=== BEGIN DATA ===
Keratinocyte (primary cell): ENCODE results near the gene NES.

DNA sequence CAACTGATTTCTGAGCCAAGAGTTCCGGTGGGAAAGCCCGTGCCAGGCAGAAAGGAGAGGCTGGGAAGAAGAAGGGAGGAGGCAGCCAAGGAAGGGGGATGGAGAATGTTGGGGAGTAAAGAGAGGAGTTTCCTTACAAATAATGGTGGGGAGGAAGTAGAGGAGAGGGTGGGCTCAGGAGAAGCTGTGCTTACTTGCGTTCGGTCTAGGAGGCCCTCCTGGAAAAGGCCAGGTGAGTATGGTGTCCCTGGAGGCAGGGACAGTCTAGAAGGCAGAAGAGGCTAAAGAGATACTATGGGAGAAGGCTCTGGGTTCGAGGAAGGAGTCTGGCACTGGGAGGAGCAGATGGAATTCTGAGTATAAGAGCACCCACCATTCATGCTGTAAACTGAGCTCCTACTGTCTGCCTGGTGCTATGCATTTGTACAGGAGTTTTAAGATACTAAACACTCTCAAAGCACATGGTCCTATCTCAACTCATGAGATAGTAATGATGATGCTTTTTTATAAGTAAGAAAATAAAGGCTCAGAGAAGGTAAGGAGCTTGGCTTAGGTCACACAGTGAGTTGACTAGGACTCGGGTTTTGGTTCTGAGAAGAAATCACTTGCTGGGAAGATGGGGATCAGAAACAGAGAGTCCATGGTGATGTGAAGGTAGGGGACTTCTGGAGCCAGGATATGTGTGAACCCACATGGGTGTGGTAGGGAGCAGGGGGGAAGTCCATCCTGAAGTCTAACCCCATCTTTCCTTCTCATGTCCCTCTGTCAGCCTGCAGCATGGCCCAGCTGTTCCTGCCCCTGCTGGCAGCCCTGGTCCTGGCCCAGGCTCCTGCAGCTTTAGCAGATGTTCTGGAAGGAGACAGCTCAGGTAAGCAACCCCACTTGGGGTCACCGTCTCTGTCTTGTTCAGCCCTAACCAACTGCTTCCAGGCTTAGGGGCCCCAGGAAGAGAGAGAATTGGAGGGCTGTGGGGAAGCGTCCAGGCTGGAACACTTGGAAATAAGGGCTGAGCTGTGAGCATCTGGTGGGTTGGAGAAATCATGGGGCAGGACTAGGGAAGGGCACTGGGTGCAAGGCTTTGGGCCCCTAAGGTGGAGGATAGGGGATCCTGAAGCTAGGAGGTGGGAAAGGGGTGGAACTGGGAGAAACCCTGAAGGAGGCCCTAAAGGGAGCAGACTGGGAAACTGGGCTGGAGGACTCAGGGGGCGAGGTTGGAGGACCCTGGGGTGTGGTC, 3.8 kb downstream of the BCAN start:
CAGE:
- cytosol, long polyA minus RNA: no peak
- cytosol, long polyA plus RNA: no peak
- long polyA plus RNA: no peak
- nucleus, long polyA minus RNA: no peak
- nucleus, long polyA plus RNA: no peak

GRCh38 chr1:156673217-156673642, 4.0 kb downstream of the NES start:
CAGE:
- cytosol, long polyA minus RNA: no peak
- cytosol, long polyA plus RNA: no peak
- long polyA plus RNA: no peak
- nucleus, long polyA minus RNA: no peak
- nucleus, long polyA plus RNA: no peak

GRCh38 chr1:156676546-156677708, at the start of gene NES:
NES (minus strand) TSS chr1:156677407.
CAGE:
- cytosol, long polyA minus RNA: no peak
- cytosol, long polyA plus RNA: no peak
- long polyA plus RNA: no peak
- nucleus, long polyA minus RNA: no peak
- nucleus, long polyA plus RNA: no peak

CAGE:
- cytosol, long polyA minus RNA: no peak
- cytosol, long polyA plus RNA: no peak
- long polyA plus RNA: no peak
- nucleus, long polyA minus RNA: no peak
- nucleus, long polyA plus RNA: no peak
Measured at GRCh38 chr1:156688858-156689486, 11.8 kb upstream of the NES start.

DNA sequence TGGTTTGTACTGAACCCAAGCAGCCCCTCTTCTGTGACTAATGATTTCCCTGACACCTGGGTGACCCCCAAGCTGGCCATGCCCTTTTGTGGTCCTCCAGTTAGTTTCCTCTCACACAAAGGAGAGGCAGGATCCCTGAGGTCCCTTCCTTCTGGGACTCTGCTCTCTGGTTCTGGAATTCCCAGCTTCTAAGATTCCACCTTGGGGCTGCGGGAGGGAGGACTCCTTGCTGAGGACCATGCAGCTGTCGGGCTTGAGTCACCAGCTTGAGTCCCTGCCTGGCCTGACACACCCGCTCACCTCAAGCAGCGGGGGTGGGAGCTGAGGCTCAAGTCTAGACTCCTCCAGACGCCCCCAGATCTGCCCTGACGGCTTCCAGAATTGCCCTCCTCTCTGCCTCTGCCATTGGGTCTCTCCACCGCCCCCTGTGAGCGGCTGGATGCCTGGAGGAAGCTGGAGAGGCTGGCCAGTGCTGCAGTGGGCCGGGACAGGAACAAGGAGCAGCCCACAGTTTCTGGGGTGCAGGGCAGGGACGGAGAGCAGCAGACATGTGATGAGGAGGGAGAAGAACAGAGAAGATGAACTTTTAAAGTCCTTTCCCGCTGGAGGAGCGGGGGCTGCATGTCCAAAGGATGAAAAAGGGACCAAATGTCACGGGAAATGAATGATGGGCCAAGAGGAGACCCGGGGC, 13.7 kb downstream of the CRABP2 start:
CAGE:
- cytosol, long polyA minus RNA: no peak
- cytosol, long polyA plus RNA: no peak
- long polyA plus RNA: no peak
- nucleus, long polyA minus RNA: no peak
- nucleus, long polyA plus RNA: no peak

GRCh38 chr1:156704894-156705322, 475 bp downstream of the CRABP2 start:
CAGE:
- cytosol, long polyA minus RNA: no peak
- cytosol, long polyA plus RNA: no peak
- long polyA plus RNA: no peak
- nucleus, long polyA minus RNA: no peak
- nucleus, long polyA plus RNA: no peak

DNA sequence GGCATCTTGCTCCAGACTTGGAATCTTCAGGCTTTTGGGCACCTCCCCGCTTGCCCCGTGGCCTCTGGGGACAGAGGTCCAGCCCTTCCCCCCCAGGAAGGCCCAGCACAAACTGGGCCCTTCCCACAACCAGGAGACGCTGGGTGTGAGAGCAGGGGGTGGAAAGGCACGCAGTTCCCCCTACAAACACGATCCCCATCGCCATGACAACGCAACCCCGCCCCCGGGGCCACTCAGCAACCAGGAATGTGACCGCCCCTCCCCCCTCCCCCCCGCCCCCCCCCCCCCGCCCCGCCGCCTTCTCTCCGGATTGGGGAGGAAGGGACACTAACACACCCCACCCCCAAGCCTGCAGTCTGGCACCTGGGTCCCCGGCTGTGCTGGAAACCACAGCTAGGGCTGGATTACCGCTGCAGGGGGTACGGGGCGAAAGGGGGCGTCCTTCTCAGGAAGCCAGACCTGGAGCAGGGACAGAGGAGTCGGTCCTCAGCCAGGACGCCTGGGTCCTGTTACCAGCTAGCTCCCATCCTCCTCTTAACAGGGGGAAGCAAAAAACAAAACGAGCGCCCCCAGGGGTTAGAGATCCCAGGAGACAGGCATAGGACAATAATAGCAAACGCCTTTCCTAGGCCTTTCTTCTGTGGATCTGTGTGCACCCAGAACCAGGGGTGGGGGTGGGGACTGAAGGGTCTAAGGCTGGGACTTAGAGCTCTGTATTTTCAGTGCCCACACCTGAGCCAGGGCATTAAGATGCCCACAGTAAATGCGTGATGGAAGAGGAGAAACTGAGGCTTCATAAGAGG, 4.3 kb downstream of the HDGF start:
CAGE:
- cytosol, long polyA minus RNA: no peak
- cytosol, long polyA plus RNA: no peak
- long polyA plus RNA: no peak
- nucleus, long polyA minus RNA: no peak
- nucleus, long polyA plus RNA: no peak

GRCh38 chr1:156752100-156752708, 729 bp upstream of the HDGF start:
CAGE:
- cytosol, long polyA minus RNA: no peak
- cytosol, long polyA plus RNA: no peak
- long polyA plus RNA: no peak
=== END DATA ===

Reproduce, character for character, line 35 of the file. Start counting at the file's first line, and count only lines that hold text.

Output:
- long polyA plus RNA: no peak